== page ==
Statins for life extension?
August 30, 2013. Statin drugs are a class of pharmaceuticals commonly prescribed to lower low-density lipoprotein (LDL) cholesterol levels and reduce the risk of cardiovascular events. The cardiovascular benefits of a low dose of specific statin drugs may outweigh possible side effects for many individuals. Researchers have uncovered another potential benefit for statins: that of reducing the rate of telomere shortening. Telomeres are bits of genetic material that cap the ends of the cells’ chromosomes. Accelerated telomere shortening has been associated with a greater risk of age-related diseases including cardiovascular disease, as well as premature mortality. In the September 2013 issue of The FASEB Journal, researchers at Second University of Naples measured white blood cell telomere length as well as the activity of telomerase (the enzyme responsible for maintaining telomere length), in 230 statin users and nonusers between the ages of 30 and 86 years. Telomerase levels were found to be higher among statin users independent of a number of factors, including age, smoking status and levels of inflammation. Those who used the drugs also exhibited a reduction in the loss of telomere length that accompanies aging. “By telomerase activation, statins may represent a new molecular switch able to slow down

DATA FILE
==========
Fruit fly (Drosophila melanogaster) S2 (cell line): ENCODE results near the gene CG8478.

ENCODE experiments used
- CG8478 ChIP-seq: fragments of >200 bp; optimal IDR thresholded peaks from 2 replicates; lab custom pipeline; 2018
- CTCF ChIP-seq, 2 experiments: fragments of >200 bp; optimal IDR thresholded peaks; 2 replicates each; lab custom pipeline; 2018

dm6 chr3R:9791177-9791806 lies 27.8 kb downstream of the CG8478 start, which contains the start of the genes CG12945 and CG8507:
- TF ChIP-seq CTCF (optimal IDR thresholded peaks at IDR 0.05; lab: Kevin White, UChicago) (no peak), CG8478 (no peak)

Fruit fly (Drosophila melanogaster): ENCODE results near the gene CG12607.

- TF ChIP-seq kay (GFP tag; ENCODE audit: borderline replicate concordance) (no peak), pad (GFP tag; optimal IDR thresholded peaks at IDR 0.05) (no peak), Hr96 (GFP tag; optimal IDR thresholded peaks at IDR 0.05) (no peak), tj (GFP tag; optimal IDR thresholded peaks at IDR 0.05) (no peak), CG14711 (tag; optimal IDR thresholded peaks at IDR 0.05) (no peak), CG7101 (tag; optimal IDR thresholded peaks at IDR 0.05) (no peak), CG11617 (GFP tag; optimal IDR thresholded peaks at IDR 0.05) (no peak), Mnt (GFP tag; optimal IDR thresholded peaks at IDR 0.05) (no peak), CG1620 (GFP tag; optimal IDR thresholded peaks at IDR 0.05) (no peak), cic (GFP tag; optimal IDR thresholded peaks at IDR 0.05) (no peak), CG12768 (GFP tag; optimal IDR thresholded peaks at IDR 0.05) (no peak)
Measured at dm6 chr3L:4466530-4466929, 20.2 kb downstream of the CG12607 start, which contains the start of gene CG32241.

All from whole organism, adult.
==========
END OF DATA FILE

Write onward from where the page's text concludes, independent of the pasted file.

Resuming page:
senescent cells in our tissues,” commented researcher Giuseppe Paolisso, MD, PhD of the Second University of Naples’ Department of Internal Medicine, Surgical, Neurological Metabolic Disease and Geriatric Medicine. “The great thing about statins is that they reduce risks for cardiovascular disease significantly and are generally safe for most people,” added Gerald Weissmann, MD, who is The FASEB Journal’s Editor-in-Chief. “The bad thing is that statins do have side effects, like muscle injury. But if it is confirmed that statins might actually slow aging itself—and not just the symptoms of
aging—then statins are much more powerful drugs than we ever thought.”